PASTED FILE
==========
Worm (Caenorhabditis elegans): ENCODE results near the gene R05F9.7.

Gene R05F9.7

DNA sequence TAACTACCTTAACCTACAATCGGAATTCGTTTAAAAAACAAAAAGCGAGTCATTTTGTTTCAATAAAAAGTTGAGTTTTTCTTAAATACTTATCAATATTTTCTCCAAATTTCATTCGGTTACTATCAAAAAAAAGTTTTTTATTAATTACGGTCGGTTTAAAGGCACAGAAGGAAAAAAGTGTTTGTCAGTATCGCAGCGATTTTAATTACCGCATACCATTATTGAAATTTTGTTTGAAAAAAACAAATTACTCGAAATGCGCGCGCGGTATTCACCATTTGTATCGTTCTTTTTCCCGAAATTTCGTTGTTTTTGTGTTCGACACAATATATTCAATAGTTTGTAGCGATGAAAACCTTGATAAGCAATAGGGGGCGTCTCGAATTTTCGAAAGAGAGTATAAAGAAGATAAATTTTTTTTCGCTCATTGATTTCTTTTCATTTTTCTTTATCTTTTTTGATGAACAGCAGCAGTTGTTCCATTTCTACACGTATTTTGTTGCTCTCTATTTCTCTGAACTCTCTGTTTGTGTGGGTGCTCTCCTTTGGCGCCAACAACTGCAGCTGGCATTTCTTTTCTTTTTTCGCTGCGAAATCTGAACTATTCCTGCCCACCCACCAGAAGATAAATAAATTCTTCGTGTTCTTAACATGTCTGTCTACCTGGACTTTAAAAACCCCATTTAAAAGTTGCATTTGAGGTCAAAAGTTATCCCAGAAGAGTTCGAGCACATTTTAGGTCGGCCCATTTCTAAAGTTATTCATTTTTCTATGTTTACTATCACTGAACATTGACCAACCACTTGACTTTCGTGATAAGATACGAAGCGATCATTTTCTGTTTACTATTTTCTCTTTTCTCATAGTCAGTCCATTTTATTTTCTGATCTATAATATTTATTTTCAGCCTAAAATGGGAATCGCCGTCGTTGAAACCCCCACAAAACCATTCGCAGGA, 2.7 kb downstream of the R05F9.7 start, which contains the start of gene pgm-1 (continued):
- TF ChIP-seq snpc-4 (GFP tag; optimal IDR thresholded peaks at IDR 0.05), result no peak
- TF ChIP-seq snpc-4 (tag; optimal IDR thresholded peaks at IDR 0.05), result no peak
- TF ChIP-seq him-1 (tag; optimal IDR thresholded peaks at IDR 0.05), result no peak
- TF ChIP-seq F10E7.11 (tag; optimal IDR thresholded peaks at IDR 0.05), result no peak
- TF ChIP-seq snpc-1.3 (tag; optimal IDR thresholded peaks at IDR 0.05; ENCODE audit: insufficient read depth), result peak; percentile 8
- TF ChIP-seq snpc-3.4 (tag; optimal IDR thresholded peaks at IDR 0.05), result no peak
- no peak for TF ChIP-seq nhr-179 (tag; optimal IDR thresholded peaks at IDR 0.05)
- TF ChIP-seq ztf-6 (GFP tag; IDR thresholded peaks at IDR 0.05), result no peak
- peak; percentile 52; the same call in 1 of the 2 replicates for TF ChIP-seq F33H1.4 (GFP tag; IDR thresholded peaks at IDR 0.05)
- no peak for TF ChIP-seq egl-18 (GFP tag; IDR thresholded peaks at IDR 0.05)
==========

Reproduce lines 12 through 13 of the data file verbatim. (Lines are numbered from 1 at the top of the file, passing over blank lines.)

- peak; percentile 52; the same call in 1 of the 2 replicates for TF ChIP-seq F33H1.4 (GFP tag; IDR thresholded peaks at IDR 0.05)
- no peak for TF ChIP-seq egl-18 (GFP tag; IDR thresholded peaks at IDR 0.05)